June 17, 2013

The Product Owner (PO) Board - making PO workflow visible

The transparency brought about by the Product Owner Board brings to the PO team many of the benefits we see with development teams

One of the principles of agility is transparency - making the flow of work visible. It is common for the development team to use task boards and burndown charts, and we've found that extending this practice to the product management team is just as valuable. No surprise there.

We have found this to be especially valuable, as the PO Team tends to be less agile due to their background. Most accept that the dev team is doing something weird and that they are required to provide different “specifications” but if you manage to set up a board and make their work more transparent, it is a vital step towards true agility for the POs and therefore for the whole organization.

However, the PO Board itself has some subtleties that reflect the needs of the product management team. The PO Board provides the context for working on a specific product. In particular, by combining the product vision and the emerging requirements and features the PO Board allows incoming work to be simply and easily cross-checked with the product strategy, keeping a focus on the long-term aims of the product, rather than near-term distractions.

Starting with a clear description of the product vision, including the requirements identified to deliver on that vision, the PO Board always includes the contextual information required to decide whether a feature or work request should be included in the backlog and worked on by the product management team, let alone the development team.

The Product Owner board

Beneath the product vision and requirements, we capture all feature requests associated with the product. At this stage, no prioritization is used. This is simply our someday-maybe pile for consideration in the future.

As we begin release planning, the features in the someday-maybe pool are moved to the beginning of the task board in order of priority. Depending on the agreed process for integrating new ideas, the board will have a number of columns describing the stages a new idea goes through: investigation and sharing with the architects and technical leads, or the customers and stakeholders during the elicitation and definition process.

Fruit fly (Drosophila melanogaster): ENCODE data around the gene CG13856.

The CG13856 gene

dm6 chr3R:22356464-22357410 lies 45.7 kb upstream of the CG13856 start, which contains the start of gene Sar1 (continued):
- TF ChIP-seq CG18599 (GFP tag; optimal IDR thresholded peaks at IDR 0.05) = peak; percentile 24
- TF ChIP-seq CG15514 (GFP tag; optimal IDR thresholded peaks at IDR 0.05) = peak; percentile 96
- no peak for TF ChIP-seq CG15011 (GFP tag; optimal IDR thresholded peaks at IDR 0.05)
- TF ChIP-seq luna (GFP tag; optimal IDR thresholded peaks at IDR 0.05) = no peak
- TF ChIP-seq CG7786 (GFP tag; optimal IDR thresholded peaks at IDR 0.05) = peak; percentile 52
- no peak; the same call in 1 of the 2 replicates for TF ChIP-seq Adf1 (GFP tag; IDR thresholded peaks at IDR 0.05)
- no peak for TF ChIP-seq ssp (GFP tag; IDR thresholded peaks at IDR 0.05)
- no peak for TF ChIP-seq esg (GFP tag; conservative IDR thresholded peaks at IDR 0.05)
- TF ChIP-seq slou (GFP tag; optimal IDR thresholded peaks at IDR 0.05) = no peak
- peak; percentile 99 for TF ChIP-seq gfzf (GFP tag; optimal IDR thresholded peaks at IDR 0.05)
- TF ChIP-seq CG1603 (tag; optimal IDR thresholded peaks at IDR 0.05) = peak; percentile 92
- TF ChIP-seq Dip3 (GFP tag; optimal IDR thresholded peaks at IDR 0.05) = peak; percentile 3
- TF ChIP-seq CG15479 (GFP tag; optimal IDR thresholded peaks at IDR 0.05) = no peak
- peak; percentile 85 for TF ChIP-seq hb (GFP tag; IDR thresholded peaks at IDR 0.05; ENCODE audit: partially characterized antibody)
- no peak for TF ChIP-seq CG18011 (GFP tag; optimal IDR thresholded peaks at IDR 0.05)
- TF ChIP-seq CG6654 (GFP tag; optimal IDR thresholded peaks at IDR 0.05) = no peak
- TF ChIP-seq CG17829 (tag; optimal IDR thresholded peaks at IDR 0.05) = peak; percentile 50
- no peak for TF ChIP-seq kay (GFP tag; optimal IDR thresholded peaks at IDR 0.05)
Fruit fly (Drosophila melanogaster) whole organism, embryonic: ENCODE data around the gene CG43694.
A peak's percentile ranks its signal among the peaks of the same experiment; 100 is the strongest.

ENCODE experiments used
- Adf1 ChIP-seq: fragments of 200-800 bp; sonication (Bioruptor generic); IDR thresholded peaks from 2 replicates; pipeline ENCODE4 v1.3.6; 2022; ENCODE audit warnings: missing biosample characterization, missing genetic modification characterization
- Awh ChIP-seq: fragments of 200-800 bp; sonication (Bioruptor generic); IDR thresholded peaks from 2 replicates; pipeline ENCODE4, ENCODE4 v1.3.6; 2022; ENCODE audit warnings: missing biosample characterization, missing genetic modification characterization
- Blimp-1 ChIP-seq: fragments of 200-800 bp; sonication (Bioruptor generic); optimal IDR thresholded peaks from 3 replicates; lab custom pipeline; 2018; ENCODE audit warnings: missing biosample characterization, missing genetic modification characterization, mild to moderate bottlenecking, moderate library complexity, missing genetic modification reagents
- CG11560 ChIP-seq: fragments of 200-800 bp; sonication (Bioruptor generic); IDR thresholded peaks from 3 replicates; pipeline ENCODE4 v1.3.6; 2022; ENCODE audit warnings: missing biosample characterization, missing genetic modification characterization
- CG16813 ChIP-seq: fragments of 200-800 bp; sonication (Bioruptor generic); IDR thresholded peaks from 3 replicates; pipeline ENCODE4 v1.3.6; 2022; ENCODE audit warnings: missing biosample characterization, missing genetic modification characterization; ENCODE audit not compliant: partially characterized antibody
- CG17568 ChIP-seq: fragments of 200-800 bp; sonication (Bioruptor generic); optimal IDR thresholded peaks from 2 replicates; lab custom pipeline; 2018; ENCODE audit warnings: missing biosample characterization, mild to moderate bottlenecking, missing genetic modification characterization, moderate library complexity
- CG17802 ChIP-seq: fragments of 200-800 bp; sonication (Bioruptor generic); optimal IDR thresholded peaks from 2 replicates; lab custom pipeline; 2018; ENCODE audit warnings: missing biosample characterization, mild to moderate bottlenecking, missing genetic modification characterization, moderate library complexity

The result is a feature board that exposes the progress made on defining, grooming, developing and deploying product features (see diagram). Starting from the top left, the highest priority feature is defined, split into stories, discussed and groomed with the team, and eventually enters the team's backlog. As we move down the board, we can see when the next release will be complete and what it, and the one or two releases after that, will contain. As we move across the board, we can see where each feature is in the definition process.


Product Owner comment

Several things become clear when the PO Board is used.


- First, the team no longer considers the grooming and backlog definition process something that happens right before the team starts work. The depth of research, requirements definition and preparatory work becomes much more clear. In fact, in one client we worked with, the PO Board allowed the organization to see how poorly staffed the product management team was (queues forming long before stories hit the development team's backlog).
- Second, queues can be allowed where there are quality gates, traditionally defined by a form of Definition of Done, which helps clarify hand-off between columns (and in particular, between different teams/individuals): For stories ready to be groomed and sized, we use a Definition of Ready; For stories that are complete, but not fully integrated or acceptance tested, we use a Story Definition of Done; For stories accepted by the customer and ready for deployment, we use a Release Definition of Done. 

In conclusion, the transparency brought about by the PO Board brings to the PO team many of the benefits we see with development teams. It quickly exposes dysfunction, bottlenecks and inaccurate assumptions. It acts as a brake on starting urgent tasks over important tasks. It reinforces the need to focus on a small number of items at any one time. It encompasses the entire value chain, focussing on delivery to the customer rather than the development team. And of course, it introduces agile principles to teams outside core development.

 

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Dave Sharrock

Agile coach passionate about getting things done; helping teams exceed expectations, delivering organizational excellence, and all while having fun doing what they do.
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Dave Sharrock

Agile coach passionate about getting things done; helping teams exceed expectations, delivering organizational excellence, and all while having fun doing what they do.

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